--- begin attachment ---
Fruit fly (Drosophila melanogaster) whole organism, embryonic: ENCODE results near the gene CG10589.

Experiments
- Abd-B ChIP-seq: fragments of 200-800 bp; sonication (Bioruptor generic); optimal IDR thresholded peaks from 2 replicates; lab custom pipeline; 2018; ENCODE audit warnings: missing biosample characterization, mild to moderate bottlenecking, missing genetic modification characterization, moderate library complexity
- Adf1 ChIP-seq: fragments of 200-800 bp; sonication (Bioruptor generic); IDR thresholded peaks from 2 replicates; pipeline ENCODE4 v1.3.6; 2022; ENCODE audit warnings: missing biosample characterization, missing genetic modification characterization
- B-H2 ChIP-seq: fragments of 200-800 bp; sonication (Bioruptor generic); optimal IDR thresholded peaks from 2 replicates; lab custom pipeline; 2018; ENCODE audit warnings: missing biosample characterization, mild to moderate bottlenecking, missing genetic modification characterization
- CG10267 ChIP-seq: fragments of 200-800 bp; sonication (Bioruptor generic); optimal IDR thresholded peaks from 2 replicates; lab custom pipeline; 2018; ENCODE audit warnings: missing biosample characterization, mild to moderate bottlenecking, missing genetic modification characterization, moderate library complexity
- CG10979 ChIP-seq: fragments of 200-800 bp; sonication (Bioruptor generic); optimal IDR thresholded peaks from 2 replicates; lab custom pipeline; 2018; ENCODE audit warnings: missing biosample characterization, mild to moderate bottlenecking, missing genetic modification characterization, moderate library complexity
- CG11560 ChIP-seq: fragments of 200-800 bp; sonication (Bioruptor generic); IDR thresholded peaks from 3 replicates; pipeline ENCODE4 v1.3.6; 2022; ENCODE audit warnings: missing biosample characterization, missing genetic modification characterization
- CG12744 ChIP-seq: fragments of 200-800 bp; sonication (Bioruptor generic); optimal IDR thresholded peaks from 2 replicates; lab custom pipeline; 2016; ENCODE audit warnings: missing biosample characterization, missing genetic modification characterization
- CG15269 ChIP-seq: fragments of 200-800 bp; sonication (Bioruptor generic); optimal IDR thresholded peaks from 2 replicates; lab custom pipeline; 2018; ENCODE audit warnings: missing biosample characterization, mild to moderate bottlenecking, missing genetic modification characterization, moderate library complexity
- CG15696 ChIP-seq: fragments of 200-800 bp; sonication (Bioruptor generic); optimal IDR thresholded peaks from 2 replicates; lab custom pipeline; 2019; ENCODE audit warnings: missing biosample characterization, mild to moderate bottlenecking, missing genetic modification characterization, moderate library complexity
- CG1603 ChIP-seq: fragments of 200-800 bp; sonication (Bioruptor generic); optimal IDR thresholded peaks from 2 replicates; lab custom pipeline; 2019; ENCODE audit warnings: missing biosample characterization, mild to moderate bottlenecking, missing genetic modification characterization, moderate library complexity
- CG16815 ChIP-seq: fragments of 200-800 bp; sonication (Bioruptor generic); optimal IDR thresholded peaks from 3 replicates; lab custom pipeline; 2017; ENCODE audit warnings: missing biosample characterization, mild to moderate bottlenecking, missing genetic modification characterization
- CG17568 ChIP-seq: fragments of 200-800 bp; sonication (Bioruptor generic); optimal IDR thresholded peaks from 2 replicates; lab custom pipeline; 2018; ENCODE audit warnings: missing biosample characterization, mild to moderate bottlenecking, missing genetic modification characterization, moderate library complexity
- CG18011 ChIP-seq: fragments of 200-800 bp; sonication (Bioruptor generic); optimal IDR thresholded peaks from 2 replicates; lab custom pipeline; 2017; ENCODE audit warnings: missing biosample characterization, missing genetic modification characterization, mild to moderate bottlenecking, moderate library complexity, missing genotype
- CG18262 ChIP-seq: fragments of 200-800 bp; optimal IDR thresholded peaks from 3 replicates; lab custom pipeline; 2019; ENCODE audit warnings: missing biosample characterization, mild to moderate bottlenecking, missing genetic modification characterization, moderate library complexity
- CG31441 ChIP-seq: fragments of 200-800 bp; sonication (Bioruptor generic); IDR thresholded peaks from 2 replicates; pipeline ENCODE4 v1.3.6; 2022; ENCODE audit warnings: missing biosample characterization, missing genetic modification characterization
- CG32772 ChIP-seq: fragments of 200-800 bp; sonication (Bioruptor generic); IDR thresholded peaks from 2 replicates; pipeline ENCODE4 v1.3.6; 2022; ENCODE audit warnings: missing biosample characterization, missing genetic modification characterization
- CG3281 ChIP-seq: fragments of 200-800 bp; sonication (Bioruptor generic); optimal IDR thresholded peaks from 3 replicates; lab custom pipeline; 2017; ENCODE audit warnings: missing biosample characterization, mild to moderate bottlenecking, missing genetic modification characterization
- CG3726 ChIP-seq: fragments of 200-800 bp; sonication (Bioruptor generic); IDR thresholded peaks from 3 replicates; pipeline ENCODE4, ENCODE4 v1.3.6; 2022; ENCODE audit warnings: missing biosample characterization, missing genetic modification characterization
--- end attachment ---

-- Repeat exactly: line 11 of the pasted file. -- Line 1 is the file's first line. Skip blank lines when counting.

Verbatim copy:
- CG15696 ChIP-seq: fragments of 200-800 bp; sonication (Bioruptor generic); optimal IDR thresholded peaks from 2 replicates; lab custom pipeline; 2019; ENCODE audit warnings: missing biosample characterization, mild to moderate bottlenecking, missing genetic modification characterization, moderate library complexity